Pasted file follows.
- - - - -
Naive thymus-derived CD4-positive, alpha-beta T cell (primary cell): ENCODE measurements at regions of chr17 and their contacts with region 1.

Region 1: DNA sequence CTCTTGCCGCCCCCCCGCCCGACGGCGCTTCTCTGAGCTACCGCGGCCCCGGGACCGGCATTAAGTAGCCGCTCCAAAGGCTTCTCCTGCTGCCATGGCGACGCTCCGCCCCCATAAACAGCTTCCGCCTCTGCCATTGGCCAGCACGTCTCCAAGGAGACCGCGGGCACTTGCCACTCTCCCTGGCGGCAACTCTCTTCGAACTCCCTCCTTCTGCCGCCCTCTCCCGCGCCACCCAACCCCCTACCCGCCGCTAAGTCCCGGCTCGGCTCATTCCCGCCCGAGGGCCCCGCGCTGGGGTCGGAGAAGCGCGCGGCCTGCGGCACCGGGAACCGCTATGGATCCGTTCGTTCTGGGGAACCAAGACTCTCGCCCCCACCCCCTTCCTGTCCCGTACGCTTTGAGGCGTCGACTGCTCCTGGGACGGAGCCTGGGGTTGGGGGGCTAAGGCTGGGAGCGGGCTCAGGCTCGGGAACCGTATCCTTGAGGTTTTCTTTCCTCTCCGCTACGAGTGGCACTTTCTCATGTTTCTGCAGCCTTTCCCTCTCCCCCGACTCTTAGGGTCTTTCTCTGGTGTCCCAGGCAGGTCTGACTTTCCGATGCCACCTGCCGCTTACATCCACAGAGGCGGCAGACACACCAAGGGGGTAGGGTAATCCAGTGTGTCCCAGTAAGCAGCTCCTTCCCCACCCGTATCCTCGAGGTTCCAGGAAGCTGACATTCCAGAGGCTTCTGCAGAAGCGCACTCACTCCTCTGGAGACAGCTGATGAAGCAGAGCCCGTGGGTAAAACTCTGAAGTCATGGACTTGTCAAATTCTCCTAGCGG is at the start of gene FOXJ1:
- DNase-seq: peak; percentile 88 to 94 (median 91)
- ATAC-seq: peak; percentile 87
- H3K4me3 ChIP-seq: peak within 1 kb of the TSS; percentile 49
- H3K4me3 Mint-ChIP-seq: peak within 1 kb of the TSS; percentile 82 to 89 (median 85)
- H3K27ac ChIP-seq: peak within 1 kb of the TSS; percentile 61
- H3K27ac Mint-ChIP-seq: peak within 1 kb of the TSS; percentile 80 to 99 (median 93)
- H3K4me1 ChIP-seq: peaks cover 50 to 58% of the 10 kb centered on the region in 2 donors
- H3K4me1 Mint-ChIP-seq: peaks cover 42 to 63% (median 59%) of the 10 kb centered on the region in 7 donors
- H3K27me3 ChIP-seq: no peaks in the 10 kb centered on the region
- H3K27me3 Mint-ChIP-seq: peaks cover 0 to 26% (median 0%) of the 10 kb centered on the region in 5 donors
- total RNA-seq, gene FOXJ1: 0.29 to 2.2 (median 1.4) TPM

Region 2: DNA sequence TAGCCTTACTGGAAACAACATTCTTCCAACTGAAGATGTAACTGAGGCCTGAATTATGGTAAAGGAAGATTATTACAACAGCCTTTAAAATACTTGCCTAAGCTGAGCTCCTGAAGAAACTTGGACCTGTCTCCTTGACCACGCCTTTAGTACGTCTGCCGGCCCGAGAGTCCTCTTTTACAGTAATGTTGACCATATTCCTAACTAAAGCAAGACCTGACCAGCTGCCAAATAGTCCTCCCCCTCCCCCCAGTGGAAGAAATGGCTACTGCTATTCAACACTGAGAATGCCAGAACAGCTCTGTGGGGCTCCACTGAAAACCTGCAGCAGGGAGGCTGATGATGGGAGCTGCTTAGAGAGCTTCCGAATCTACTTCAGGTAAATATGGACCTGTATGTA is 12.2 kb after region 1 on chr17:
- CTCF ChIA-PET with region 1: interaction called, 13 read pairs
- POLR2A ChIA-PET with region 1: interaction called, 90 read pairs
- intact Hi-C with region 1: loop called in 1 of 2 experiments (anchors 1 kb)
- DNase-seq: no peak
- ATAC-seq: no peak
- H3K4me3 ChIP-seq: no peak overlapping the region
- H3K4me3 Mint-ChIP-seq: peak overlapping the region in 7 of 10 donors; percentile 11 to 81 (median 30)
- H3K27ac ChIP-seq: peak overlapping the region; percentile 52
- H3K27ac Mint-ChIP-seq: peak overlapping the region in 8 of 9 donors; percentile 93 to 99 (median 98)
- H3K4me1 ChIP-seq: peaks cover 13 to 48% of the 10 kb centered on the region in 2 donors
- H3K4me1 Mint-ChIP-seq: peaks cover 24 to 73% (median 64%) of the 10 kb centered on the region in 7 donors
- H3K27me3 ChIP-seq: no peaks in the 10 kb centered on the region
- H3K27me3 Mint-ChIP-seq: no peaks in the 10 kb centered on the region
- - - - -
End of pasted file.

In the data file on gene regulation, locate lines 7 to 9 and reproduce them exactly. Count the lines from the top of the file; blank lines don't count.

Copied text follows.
- H3K27ac ChIP-seq: peak within 1 kb of the TSS; percentile 61
- H3K27ac Mint-ChIP-seq: peak within 1 kb of the TSS; percentile 80 to 99 (median 93)
- H3K4me1 ChIP-seq: peaks cover 50 to 58% of the 10 kb centered on the region in 2 donors